I cried a lot and tried my hardest to open my heart to his little boy. But everyday I was with him, it reminded me of what I had lost. Something that I wanted and couldn't have.
Things started to get more difficult when I tried to push through those negative feelings and did things to cater to my love for kids. I went out of my way to be the best bonus mom I could possibly be by baking cakes, going to the park, and doing arts & craft with my bonus son. An effort overseen.
He didn't care much for my efforts. He cried for his mom. Called his mom and spoke to her in front of me reminding her that he loves her, all while looking at me. He was rude to me at times, and gave me a hard time.
He even took my privacy away whenever he felt that I was enjoying myself too much.
I knew he did not know of my internal pain. I knew he was just being a child. But why had my emotions turned from cuddly clouds to dark stormy ones?
For two years I battled with myself against feeling resentment towards him. When I finally started to let go, I was able to find a little bit of peace within myself.
One thing I had to learn the hard way, was that I was not his mother. Though I had wished to be able to help him with his studies, and educate him in mannerism, and guide him in his everyday tasks, I had a blunt reminder that that was not my job.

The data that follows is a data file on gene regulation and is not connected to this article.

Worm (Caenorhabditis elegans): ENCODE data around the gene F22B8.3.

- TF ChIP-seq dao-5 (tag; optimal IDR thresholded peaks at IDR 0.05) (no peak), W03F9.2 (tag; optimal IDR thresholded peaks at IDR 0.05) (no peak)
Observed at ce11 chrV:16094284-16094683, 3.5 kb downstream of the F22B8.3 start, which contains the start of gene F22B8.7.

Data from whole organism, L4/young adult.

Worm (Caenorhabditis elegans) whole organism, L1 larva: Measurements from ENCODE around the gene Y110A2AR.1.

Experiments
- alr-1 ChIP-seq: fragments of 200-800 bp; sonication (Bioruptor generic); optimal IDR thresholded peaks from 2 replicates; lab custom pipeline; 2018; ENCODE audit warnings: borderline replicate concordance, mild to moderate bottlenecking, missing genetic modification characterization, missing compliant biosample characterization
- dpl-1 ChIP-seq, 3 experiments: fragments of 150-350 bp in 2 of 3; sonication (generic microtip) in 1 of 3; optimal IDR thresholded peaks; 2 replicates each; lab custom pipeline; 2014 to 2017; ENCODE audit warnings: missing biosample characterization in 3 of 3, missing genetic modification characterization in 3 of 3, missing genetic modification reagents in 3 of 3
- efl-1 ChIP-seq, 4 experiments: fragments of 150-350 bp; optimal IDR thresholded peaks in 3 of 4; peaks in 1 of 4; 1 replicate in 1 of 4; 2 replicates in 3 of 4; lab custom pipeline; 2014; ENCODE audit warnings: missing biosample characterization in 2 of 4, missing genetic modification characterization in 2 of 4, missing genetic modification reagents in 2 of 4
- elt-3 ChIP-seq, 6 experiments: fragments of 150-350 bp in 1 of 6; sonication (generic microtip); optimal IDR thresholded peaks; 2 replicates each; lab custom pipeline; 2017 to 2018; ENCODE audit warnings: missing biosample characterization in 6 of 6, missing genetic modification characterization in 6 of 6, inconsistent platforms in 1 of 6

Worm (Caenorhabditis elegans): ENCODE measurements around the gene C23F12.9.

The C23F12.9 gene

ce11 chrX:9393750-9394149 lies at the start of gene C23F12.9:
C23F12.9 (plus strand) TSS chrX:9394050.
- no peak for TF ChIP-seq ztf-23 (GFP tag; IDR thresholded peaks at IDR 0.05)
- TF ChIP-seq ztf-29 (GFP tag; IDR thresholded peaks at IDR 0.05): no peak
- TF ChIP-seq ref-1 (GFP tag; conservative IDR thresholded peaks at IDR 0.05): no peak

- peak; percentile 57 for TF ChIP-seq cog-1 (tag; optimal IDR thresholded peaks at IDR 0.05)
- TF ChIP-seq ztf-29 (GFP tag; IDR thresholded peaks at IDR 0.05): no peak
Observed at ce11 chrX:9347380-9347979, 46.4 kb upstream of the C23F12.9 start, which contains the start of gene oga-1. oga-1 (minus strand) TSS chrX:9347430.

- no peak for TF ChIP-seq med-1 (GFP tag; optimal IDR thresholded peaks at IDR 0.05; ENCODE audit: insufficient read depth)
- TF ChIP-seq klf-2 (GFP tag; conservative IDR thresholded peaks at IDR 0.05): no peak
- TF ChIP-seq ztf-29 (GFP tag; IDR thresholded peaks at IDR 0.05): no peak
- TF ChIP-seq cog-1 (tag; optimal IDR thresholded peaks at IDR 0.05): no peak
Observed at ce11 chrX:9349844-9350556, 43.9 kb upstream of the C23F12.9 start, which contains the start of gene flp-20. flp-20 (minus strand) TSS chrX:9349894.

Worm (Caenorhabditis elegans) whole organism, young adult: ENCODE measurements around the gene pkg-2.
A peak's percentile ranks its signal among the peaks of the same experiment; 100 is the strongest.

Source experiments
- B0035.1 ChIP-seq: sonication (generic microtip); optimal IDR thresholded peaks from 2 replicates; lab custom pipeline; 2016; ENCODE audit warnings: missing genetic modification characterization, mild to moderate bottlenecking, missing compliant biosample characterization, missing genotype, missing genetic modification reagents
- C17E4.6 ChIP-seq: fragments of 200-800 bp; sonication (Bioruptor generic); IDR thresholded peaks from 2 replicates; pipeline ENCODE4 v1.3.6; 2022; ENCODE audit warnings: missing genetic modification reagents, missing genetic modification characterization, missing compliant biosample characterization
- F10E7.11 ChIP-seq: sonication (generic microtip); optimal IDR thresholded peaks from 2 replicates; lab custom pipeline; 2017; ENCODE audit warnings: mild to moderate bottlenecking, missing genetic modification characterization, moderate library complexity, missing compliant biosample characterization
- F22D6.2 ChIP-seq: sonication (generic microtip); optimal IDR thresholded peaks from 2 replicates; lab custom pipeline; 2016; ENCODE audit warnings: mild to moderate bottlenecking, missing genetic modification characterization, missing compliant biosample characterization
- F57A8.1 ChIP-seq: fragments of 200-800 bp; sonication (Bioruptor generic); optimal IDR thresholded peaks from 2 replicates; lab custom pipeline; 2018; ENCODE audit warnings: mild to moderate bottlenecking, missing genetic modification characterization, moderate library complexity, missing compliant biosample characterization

And so I backed off for some time, and decided to give myself the space I had been needing.
It was a constant battle between wanting to be his friend, trying to be his mother, craving for that child love, and setting boundaries.
After some extremely rocky moments, talking and understanding, we both got a good idea as to where we stood with each other.
While we don't have that same relationship as my mother and my siblings right now, we do care for each other very much. Our relationship is still developing, and I know that someday we'll both be able to talk on a deeper level and understand each other better.
It's not easy being a bonus mom. Especially when their mother is present. And at times, it does feel like your privacy is compromised. Your bonus kids may go back home and tell their parents everything!!!
It comes with the territory.
All I can say is that all emotions are normal.
Feeling angry, feeling hurt, feeling happy, feeling content...
It's all part of the process. And it will get better with time.
Just remember to set your boundaries, create a routine, and only do as much as you feel day by day.
There are absolutely no expectations. You just do the best that you can.